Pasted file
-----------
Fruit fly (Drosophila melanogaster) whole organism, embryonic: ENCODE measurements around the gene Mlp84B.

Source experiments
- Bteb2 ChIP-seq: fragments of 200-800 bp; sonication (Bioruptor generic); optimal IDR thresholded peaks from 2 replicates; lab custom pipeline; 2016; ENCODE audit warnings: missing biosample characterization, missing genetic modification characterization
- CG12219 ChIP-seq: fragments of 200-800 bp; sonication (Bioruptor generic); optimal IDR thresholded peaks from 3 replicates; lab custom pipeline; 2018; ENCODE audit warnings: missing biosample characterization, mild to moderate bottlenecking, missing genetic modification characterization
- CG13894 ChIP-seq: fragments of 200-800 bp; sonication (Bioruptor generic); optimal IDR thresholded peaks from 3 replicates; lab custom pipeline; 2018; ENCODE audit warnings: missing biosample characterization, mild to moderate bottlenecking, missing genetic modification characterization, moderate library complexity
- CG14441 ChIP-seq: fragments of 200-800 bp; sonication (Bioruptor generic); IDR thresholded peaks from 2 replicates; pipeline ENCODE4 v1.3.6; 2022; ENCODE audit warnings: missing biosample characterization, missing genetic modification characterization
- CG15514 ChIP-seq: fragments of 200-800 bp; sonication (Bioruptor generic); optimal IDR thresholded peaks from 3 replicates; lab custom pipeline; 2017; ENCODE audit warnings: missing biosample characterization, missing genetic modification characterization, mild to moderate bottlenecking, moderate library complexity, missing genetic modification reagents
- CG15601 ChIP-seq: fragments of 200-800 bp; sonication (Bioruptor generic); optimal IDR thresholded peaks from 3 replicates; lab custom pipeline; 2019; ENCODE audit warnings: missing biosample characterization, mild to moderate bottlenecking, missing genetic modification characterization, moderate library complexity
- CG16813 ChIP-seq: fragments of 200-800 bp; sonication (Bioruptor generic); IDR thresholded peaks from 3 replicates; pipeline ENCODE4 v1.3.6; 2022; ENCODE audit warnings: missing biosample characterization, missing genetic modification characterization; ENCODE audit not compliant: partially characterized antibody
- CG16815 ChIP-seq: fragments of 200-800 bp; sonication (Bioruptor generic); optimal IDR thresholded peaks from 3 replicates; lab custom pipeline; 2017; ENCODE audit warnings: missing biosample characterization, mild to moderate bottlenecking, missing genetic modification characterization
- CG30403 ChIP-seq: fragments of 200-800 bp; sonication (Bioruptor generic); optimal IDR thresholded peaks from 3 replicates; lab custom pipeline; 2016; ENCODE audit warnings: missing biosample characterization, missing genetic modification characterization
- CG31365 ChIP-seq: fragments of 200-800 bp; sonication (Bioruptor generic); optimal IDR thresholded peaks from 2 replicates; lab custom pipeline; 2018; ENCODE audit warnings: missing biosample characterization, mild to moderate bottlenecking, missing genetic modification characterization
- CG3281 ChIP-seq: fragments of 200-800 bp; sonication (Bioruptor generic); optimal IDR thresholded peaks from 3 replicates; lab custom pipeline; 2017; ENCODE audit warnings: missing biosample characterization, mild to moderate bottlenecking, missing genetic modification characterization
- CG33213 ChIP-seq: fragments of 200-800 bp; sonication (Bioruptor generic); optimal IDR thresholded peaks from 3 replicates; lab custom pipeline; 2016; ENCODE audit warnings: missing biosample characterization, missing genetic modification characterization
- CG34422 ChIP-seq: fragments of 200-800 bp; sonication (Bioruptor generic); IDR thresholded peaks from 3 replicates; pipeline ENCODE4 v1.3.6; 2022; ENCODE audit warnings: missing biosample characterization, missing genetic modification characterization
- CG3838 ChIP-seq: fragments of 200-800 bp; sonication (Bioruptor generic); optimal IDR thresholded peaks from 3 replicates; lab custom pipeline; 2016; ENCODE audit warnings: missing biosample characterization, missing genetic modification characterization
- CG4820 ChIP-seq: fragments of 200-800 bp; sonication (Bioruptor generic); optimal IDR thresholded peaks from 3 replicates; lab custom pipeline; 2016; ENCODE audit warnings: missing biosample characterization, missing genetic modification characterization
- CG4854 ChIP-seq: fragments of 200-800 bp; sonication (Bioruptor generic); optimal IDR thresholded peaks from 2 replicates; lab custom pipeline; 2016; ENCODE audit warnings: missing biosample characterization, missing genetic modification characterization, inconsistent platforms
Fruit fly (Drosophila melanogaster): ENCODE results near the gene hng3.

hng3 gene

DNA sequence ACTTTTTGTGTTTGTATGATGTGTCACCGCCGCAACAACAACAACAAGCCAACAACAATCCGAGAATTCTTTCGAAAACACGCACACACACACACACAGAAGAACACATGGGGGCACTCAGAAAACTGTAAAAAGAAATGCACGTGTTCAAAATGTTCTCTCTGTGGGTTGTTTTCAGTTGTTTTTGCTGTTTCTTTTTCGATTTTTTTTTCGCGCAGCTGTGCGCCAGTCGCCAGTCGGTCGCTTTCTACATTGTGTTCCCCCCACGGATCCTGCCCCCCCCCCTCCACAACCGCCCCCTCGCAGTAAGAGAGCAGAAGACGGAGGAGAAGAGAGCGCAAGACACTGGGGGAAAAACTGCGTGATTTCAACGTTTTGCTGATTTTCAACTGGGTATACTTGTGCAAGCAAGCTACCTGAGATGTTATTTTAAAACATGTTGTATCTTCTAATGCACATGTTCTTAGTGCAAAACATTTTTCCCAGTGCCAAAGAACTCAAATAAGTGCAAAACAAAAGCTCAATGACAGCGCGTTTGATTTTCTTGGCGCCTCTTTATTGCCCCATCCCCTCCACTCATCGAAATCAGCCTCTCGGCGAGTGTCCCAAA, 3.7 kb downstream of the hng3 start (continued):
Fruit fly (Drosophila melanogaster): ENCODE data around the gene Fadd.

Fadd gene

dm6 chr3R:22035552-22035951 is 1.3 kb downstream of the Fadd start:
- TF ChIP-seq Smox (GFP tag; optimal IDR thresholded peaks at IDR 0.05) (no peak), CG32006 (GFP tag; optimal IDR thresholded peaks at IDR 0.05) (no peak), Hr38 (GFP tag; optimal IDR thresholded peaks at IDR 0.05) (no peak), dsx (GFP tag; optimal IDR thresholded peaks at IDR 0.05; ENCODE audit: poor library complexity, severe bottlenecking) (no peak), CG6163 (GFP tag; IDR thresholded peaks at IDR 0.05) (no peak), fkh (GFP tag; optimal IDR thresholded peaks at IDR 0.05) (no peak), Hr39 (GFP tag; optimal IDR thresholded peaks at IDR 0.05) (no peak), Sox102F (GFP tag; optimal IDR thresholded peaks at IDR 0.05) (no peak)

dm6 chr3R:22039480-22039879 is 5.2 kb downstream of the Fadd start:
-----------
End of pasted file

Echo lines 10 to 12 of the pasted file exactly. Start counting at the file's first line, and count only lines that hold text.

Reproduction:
- CG16815 ChIP-seq: fragments of 200-800 bp; sonication (Bioruptor generic); optimal IDR thresholded peaks from 3 replicates; lab custom pipeline; 2017; ENCODE audit warnings: missing biosample characterization, mild to moderate bottlenecking, missing genetic modification characterization
- CG30403 ChIP-seq: fragments of 200-800 bp; sonication (Bioruptor generic); optimal IDR thresholded peaks from 3 replicates; lab custom pipeline; 2016; ENCODE audit warnings: missing biosample characterization, missing genetic modification characterization
- CG31365 ChIP-seq: fragments of 200-800 bp; sonication (Bioruptor generic); optimal IDR thresholded peaks from 2 replicates; lab custom pipeline; 2018; ENCODE audit warnings: missing biosample characterization, mild to moderate bottlenecking, missing genetic modification characterization